For new dog owners, punishment might seem like an easy way to make him obedient, but it’s been proven and stated by various organizations that it will ruin your relationship with the dog forever and it will cause future fear aggression in your pet.
2 It’s all fun and games, but your dog might NOT view it as such
A lot of dog owners encourage their pet’s aggressive behavior. They view it as something fun, as a game. No matter the type of aggression, however, it should never be encouraged. A dog doesn’t think like us – what seems like a game to you, feels very real for the dog.
Try to look at different situations from the dog’s point of view. After all, a dog is not just an interactive plush toy. Ask yourself, “what is he feeling right now? Is he barking out of joy, because we’re playing, or does he feel genuinely afraid and I’m unintentionally teaching him to be aggressive when he's scared?”
Do not entertain yourself at the expense of fostering fear aggression in your pet.
3 Fear aggression in dogs is one of the most dangerous types of aggression
According to above noted studies, fear aggression in dogs can lead to the most violent outbursts in a dog, and it’s often hardest to wean from.
Many dogs need to be put down because they’ve been instilled with too much fear. That shouldn’t come as a surprise either – fear is one of the most basic emotions in all living creatures.
When the “fight or flight” instinct is triggered and there’s nowhere for the dog to run or hide, aggression is inevitable. Plus, dogs are natural predators. It’s very easy for them to go straight to “fight” instead of “flight”, depending on how they’ve been brought up.
4 Dogs are smart, but their perception is not the same as ours
Some of of the best advice that veterinarians give is to learn to think like your pet, because he won’t learn to think like you. What might seem trivial to you, might feel like the Apocalypse to your dog.
Dogs don’t bark at the mailman because they are mean and want to scare him as a prank. They bark, jump and display aggression because they don’t always fully comprehend the situation.
Understanding your dog and what makes him react the way he does is imperative for your relationship with him. That's why it's also important to do proper research before adopting a dog – some stubborn dog breeds will require more patient owner, and if that's not you, may try to pick another breed that's easier to train.
5 Their time with us has changed them
Dogs – as a species, through time – have learned to recognize certain behaviors as dangerous. Even if a dog has never seen a knife in his life, if he sees someone approaching him slowly with a knife in hand, it could evoke a very strong reaction of fear.
Dogs and cats are very different from other animals in that regard.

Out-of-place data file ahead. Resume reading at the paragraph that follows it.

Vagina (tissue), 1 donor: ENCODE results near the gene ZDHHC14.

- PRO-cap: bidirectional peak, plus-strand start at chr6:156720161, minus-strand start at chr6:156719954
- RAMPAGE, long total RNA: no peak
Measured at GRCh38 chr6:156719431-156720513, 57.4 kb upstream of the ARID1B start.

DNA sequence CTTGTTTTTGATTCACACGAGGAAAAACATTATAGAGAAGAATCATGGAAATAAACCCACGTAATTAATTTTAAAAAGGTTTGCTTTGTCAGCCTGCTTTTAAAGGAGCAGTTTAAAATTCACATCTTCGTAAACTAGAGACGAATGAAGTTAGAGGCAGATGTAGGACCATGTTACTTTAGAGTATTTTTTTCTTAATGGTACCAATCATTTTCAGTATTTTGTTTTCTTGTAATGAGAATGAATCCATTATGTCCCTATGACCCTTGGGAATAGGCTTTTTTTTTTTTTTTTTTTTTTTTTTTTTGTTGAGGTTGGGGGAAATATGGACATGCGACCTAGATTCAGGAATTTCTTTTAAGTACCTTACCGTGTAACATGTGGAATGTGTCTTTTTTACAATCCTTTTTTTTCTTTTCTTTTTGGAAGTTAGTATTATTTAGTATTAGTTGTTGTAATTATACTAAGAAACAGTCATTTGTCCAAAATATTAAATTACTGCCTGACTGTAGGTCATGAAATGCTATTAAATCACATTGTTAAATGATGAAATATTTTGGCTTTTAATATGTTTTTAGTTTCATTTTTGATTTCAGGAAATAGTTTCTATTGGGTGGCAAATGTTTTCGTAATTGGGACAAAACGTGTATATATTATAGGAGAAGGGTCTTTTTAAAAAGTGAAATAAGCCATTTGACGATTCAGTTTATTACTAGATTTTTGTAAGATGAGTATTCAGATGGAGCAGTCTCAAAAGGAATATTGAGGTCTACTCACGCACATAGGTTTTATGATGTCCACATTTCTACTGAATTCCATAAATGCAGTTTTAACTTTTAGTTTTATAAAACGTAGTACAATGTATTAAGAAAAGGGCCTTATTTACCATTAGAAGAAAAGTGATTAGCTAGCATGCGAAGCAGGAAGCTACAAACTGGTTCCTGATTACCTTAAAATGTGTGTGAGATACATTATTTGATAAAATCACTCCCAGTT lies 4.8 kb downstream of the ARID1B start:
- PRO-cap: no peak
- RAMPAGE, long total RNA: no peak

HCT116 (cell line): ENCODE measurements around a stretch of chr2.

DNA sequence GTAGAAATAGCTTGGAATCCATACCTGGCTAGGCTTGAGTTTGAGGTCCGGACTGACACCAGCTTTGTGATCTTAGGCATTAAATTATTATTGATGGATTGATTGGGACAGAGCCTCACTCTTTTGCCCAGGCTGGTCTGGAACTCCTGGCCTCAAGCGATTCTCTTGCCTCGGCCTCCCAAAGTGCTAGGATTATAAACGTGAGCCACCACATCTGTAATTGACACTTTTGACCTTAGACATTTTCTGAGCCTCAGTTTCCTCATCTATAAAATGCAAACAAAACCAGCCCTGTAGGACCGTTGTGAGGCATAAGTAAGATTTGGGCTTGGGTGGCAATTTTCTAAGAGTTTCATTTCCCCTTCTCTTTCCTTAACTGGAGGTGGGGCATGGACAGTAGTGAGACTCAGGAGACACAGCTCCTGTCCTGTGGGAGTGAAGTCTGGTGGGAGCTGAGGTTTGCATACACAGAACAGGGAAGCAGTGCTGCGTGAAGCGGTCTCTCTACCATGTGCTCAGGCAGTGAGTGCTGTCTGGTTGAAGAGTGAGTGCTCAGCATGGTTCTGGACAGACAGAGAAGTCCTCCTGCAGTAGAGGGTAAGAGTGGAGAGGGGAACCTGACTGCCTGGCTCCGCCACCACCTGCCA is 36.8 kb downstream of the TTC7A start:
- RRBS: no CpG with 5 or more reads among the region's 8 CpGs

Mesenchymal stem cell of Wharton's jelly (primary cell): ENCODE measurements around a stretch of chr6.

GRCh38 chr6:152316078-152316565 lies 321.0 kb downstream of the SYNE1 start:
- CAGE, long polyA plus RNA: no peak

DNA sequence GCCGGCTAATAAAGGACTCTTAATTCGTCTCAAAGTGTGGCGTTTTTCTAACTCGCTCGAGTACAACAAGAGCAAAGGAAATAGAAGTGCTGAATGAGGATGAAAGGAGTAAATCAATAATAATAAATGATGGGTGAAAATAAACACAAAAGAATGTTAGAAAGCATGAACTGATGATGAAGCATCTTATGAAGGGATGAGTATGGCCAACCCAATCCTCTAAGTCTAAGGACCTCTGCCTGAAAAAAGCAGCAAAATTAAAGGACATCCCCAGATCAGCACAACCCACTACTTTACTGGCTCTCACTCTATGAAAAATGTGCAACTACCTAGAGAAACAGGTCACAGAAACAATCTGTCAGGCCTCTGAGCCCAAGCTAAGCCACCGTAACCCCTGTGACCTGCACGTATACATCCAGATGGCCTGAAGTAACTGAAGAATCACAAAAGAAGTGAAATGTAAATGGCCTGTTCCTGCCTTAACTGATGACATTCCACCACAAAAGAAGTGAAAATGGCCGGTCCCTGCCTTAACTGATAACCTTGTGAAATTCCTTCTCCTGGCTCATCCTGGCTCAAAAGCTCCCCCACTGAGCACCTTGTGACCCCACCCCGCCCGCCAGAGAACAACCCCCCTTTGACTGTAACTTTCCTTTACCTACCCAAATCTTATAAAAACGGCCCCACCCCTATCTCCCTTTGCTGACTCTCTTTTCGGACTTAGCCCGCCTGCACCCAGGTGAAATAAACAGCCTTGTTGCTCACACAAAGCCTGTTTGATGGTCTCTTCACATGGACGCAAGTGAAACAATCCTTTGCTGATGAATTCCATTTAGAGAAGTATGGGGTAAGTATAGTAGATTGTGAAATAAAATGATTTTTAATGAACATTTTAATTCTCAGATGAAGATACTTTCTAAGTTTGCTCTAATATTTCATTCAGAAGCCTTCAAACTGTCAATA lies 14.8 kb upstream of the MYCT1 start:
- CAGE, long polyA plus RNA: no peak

Many people attest that their dogs are afraid of their firearm. Some veterinarians speculate the small of a gun is as ingrained into dogs’ collective psyche as the sight of a knife.
Others say that it’s the clicking sound of the gun – the touch of metal on metal. Regardless, dogs have been with us for around 33,000 years and they’ve formed a lot of ingrained fear in that time.
6 Be wary when calming a dog down
Trying to calm your dog when he’s afraid can sometimes have the opposite effect. It enforces the idea that the dog should be afraid. If, for example, your dog is afraid of a thunderstorm, don’t try to cuddle him or he will be afraid of thunderstorms for the rest of his life.
Instead, as The Nest expert suggests, try to distract Fido by playing with him, or giving him a treat. In the meantime, keep petting him and talking to him calmly. Show your dog that everything is okay by ignoring the object of the dog’s fear, not by acknowledging it.
The same goes for a dog’s fear of people – if you hold your pooch back or if you hide him in a room when you have guests, you’ll only reinforce the idea that “unknown people are bad”.
Instead, try to socialize your dog, and allow your guests to give him treats. Enforce the idea that there’s nothing to be afraid of. There are also some scientifically proven methods to calm down a dog which you can use as alternatives to the above.
7 There are various visual cues for fear aggression in dogs
Fear aggression in dogs comes with quite different hints compared to the other types of aggression. The entire body language of the dog is different.
With dominance aggression, for instances, the posture of the canine is straight and proud. With fear aggression, your dog will be tense, his tail will often be between his legs, and his ears will be back and low.
If you see that your dog’s posture looks like this, it means that he's afraid. If the dog seems to be in this position often, even when he is home with you, this hints towards a chronic fear. You need to figure out what is triggering the fear response as soon as possible.
8 Fearful dogs react differently to human interaction
The paws can be an especially big no-no for a fearful dog. In fact, as the experts from Vet Street tell us, many dogs don’t like to be touched on the paws in general.